TOKYO (Reuters) - Japan’s Toshiba Corp forecast operating profit to climb 14 percent to a record this business year, as buoyant sales of power grid equipment and robust income from flash memory chips offset weakness in its nuclear reactor business.
Increased demand for power distribution systems and railroad network equipment is expected to help profit at its energy and infrastructure unit double. While income from semiconductors is expected to fall, it will still account for more than half of operating profit.
Toshiba, a leading supplier of flash memory chips used in smartphones and tablet computers, predicted operating income of 330 billion yen ($3.2 billion) in the year ending March 31, also boosted by an expected rebound in consumer appliances such as TVs and computers.
The guidance, however, fell short of an average estimate of 355 billion yen from 22 analysts surveyed by Thomson Reuters. In the business year just ended, it posted an operating profit of 291 billion yen, 47 percent higher than the previous year.
Toshiba’s power grid business is set to be in focus after the Nikkei business daily said the Japanese conglomerate will offer to buy Alstom’s power grid unit if General Electric Co purchases the French firm’s energy business.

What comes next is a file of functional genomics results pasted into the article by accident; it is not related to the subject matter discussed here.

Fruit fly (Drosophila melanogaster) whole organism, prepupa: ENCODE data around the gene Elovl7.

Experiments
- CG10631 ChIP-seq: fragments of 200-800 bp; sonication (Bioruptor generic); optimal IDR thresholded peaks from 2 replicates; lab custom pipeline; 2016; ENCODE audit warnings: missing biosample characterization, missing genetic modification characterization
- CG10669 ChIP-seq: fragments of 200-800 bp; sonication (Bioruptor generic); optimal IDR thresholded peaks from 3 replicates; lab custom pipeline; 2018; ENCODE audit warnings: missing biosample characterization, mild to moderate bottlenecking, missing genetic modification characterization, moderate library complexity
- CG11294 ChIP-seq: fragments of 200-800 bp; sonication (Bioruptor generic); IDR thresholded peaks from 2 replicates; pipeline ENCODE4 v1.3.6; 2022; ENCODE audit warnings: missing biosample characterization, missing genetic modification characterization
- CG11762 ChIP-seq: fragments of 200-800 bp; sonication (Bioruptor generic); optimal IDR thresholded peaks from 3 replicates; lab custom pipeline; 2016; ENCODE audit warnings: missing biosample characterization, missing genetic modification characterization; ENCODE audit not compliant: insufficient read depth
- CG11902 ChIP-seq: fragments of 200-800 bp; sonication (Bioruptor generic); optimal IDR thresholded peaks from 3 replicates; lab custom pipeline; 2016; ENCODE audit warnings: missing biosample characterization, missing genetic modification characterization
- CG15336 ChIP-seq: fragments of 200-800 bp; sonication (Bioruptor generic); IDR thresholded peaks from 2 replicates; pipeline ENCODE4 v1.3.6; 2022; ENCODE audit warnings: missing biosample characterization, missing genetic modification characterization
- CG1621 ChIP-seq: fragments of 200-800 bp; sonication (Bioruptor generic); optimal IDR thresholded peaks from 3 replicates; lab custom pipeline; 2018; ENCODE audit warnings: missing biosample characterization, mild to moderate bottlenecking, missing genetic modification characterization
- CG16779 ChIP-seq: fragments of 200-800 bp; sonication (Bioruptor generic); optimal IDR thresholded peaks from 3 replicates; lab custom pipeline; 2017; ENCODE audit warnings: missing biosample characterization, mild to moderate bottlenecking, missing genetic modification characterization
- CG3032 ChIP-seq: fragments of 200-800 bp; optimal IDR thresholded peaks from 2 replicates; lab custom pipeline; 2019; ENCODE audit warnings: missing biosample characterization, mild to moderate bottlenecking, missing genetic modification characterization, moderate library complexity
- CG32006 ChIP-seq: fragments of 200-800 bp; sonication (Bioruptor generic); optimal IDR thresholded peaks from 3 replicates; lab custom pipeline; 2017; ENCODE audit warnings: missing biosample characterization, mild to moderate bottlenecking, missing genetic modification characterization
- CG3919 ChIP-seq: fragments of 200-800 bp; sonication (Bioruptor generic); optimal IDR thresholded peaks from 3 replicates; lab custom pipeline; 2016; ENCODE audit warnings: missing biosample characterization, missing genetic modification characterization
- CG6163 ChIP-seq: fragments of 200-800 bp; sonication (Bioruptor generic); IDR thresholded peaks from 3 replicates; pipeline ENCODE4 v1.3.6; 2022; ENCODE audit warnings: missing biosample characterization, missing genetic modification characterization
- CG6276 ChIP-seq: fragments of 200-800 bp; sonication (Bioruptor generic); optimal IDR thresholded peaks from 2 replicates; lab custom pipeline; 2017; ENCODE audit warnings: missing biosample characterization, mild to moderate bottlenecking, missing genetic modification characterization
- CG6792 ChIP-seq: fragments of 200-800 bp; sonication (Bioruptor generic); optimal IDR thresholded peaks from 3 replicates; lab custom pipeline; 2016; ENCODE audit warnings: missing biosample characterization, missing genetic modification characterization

Alstom, which is reviewing GE’s offer, has given Germany’s Siemens AG until the end of May to make a rival bid.
“We are always considering M&A options to forward our business and we can’t deny the possibility of something happening in this area, but in regard to Alstom there is nothing concrete,” a spokesman for Toshiba said.
The earnings gains come despite a slump for its nuclear power operations. Toshiba, which in 2006 bet big on a revival in nuclear power with the acquisition of pressurized reactor builder Westinghouse, has struggled to win business since the 2011 Fukushima disaster.
On Wednesday it wrote down more than $300 million on the value of its 10 percent stake in Nuclear Innovation North America, a company planning to build two new reactors at the nuclear plant in Texas because of uncertainty over regulatory approval of the project.
But China may soon provide a boost as it may sign as early as next year the first of several contracts for eight new nuclear reactors from Westinghouse Electric Co. The eight projects, including machinery and services, are expected to cost $24 billion.
Reporting by Tim Kelly; Editing by Edwina Gibbs